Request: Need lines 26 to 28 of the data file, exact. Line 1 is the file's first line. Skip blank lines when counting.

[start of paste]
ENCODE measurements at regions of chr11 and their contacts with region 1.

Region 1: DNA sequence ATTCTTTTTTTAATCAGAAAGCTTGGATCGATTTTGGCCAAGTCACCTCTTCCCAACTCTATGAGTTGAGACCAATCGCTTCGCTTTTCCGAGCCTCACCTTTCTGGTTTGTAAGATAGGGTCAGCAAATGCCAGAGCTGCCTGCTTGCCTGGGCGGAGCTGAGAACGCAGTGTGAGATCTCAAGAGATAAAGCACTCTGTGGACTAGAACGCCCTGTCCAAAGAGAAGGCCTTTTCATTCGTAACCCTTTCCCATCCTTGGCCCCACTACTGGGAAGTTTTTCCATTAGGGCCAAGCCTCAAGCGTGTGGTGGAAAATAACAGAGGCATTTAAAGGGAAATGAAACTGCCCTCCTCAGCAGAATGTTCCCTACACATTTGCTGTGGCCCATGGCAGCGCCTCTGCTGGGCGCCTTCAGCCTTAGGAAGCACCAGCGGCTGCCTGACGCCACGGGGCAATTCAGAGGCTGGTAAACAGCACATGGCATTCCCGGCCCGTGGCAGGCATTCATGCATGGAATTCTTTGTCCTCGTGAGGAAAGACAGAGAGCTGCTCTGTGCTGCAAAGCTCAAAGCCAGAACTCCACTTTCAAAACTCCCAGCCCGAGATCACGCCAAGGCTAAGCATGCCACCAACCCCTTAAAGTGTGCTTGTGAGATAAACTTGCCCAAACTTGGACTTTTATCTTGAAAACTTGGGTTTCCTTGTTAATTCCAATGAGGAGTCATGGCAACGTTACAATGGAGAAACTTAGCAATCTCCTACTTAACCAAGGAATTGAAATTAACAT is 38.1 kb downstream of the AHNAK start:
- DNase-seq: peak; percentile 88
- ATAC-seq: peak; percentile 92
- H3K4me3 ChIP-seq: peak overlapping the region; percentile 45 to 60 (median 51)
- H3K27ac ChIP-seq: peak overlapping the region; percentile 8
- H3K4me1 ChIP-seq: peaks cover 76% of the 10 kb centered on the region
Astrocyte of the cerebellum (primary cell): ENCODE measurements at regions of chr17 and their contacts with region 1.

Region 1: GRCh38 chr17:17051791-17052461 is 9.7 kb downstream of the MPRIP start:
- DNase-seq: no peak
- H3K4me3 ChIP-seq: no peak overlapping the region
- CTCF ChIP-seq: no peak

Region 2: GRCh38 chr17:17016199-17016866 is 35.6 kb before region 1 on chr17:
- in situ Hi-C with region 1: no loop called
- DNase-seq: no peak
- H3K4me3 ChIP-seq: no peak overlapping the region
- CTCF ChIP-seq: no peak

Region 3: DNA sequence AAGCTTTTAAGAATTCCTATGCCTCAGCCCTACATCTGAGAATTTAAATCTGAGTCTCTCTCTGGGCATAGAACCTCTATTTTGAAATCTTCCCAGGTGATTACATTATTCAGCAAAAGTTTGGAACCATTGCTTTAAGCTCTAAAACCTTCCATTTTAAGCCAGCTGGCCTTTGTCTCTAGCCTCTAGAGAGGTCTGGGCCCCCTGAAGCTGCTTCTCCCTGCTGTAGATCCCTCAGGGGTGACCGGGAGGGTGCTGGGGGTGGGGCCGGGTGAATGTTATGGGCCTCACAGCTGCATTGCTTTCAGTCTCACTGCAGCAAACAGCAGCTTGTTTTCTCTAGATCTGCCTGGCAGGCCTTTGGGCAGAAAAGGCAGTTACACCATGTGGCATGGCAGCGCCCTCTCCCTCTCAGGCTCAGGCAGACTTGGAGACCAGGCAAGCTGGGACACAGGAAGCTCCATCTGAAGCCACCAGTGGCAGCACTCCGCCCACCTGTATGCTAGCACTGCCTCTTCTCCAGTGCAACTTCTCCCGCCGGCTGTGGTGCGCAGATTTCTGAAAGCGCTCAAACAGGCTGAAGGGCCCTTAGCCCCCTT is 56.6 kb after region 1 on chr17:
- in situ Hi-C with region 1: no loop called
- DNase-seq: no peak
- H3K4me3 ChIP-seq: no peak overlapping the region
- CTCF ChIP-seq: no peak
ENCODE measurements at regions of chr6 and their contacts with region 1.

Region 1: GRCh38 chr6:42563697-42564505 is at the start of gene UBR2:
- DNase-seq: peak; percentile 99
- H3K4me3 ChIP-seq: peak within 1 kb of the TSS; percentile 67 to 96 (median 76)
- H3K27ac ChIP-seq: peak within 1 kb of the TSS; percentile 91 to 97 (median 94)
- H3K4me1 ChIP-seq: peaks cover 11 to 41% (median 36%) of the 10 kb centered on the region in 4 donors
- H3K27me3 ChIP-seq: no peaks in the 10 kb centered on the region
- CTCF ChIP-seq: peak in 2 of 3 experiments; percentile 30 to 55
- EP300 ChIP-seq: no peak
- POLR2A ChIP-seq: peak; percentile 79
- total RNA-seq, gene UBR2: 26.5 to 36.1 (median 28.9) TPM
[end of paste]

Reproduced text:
- H3K4me3 ChIP-seq: peak within 1 kb of the TSS; percentile 67 to 96 (median 76)
- H3K27ac ChIP-seq: peak within 1 kb of the TSS; percentile 91 to 97 (median 94)
- H3K4me1 ChIP-seq: peaks cover 11 to 41% (median 36%) of the 10 kb centered on the region in 4 donors